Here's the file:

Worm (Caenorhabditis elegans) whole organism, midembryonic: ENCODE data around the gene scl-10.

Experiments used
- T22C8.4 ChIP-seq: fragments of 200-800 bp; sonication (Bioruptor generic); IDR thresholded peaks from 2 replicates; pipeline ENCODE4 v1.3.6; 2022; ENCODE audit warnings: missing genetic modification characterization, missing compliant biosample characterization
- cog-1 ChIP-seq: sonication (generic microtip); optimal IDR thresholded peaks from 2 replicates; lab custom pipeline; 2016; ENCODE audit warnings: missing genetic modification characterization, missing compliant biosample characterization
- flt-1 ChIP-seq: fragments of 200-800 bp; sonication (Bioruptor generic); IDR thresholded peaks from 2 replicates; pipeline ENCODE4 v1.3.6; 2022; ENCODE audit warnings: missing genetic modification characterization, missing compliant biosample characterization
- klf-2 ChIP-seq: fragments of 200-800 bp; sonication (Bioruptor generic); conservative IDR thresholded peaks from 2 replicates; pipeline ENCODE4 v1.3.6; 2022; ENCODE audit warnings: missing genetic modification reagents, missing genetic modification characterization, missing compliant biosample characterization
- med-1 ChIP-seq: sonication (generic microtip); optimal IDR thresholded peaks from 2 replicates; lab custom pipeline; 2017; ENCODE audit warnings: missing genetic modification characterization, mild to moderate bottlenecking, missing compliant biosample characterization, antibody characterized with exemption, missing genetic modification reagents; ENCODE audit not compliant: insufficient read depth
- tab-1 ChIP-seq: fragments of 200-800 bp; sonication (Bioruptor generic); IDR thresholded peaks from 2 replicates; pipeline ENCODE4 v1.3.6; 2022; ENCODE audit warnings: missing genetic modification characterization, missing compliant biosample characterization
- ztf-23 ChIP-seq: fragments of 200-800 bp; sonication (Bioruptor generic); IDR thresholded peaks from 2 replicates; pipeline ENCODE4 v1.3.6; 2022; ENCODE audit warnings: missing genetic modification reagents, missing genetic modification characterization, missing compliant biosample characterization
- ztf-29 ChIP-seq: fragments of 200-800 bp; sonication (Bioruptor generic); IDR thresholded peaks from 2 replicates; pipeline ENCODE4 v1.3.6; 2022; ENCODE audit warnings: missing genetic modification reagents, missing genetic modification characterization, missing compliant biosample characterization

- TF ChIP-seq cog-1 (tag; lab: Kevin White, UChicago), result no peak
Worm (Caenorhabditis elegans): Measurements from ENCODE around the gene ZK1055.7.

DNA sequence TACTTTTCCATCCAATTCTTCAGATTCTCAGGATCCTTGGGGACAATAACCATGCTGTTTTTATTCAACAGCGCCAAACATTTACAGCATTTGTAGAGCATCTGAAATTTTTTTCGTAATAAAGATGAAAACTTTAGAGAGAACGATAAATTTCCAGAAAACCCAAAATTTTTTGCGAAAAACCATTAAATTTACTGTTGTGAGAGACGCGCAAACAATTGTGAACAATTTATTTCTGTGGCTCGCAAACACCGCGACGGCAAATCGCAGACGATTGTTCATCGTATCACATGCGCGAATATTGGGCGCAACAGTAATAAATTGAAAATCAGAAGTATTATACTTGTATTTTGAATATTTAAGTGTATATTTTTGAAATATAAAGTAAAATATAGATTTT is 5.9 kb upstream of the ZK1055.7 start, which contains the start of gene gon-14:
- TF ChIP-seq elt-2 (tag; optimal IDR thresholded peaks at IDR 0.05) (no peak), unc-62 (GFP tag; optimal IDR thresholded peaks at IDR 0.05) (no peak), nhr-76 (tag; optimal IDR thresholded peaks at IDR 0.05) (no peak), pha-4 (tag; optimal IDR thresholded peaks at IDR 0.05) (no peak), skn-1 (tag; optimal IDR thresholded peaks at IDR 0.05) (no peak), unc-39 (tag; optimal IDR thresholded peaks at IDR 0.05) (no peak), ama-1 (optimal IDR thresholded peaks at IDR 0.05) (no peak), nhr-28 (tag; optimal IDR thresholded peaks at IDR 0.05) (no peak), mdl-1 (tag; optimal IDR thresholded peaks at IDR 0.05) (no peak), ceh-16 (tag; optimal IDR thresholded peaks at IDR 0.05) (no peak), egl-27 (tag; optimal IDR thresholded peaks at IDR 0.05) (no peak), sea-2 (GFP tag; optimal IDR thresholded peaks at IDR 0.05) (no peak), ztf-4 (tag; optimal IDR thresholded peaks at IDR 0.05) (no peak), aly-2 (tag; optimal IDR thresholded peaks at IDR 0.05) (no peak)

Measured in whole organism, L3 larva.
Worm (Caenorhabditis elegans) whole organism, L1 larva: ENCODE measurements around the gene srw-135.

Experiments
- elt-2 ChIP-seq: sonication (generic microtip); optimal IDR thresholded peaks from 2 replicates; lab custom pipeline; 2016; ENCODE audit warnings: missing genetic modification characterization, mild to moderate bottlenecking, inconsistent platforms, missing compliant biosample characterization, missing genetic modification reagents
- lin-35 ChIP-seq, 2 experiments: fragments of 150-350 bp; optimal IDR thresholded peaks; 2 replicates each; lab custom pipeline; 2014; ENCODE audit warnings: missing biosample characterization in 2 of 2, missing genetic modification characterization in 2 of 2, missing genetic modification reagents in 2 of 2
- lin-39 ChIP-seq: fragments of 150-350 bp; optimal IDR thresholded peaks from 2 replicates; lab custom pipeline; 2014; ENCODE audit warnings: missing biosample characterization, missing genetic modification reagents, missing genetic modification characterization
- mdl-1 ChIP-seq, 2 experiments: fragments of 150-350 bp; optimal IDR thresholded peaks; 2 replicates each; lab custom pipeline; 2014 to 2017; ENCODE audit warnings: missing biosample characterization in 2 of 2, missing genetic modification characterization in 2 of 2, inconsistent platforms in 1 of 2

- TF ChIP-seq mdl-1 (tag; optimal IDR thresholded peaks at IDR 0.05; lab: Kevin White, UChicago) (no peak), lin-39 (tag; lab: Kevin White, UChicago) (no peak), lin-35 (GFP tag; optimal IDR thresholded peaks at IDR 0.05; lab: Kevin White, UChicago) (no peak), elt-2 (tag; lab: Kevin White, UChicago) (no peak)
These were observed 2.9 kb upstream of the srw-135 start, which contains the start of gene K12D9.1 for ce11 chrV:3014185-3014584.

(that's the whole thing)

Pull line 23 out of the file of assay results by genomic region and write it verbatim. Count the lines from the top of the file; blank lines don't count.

These were observed 2.9 kb upstream of the srw-135 start, which contains the start of gene K12D9.1 for ce11 chrV:3014185-3014584.